Director, Center for Independent Journalism

Ray Carter is the director of OCPA’s Center for Independent Journalism. He has two decades of experience in journalism and communications. He previously served as senior Capitol reporter for The Journal Record, media director for the Oklahoma House of Representatives, and chief editorial writer at The Oklahoman.

Director, Center for Independent Journalism

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If lawmakers want to improve health outcomes in Oklahoma, one way to generate significant progress is to improve education outcomes, one expert recently told members of the legislative Healthcare Working Group.

“Education, from my assessment of the evidence, is a fundamental cause and driver of our health outcomes,” said Dr. Gary Raskob, dean at the OU College of Public Health.

Much of the relationship between educational attainment and health outcomes makes intuitive sense. Those who obtain a good education are able to obtain better-paying jobs with quality health insurance and are also more likely to make informed health decisions.

“Health and education are intricately connected, very significantly, and they’re not different things,” Raskob said.

Among cities nationwide, Tulsa and Oklahoma City rank 96th and 98th, respectively, for life expectancy of individuals with incomes in the bottom quartile. That places Oklahoma’s two major metros below Detroit.

But for individuals at the top quartile, the two cities’ ranking is much higher.

“We’re not in this bad data for our people in higher incomes, okay?” Raskob said. “It’s not something special about Oklahoma that we’re always in the bottom.”

Even when one looks only at Oklahoma County, he noted there is an 18-year difference in average life expectancy when comparing the poorest zip code to the county’s least poor zip code.

“That’s striking,” Raskob said. “That is like the difference between the United States and developing countries in Africa. That should not be occurring in our country in 2019.”

For those working to improve educational options for Oklahoma’s low-income families, Raskob’s findings are not surprising.

“A lot of folks realize that education, getting a college degree or at least getting college-and-career ready by the time you graduate high school, sets you up not to struggle as much financially,” said Philip Abode, executive director of Crossover Preparatory Academy, a private school which serves predominantly low-income minority students in north Tulsa. “If you have solid employment, then you’re more likely to have quality health insurance. If you have quality health insurance, you’re more likely to go to the doctor when things aren’t okay. I would say a lot of our families see education as a means to an end for their kids, and it’s not just education for education’s sake.”

Robert Ruiz, executive director of ChoiceMatters, an organization that works to increase parent awareness of educational choices in Oklahoma, said the lack of quality schools for people in Oklahoma’s poorest areas traps them in categories that have the worst health statistics and life outcomes.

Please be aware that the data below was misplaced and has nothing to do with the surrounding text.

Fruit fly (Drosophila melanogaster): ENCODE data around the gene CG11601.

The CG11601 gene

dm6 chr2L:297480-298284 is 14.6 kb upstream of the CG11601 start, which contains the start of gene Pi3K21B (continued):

“We talk about mobility,” Ruiz said. “Place like inner-city Oklahoma City, I think, has about a 5-percent mobility rate. In other words, if you are born in poverty, you are only 5-percent likely to get out of poverty. And of course, education plays a huge role in that.”

Legislation filed this year would have increased educational opportunity for many children living in the circumstances and zip codes highlighted by Raskob’s presentation.

The Oklahoma Equal Opportunity Education Scholarship Act provides a tax credit to businesses and individuals who donate to organizations that provide private-school scholarships. The program also provides tax credits to those who donate to public-school programs.

Current law caps the amount of tax credits that can be issued, and the cap has been reached in recent years. Senate Bill 407, by Sen. Dave Rader and Rep. Jon Echols, would raise the cap to allow $15 million in tax credits for both parts of the program for a total of $30 million in tax credits annually.

It is estimated that SB 407 will allow up to 5,000 more children to benefit from privately-funded scholarships and inject up to $27 million in private funding into traditional public schools. The bill could receive a vote when the Legislature reconvenes in February.

For the children who would receive scholarships if SB 407 passes, the benefits could extend a lifetime and impact all areas of a child’s life, health included, Rader said.

“Those would be the thoughts for my children,” Rader said. “I don’t think my thoughts would be off from anybody else.”

But without increased educational choices, some officials say Oklahoma’s health outcomes may remain mired in the national cellar along with other comparable rankings.

“It’s kind of this spiral,” Ruiz said. “Poverty is something that is supposed to be transitory. It really shouldn’t be something that somebody is stuck in. But if you don’t even get access to the great equalizer, which is education, then you don’t even have the opportunities to be able to do that. We talk a lot about equity as far as access to opportunities. And unfortunately for a lot of our inner-city youth, they’re not getting that access to opportunities.”

Director, Center for Independent Journalism

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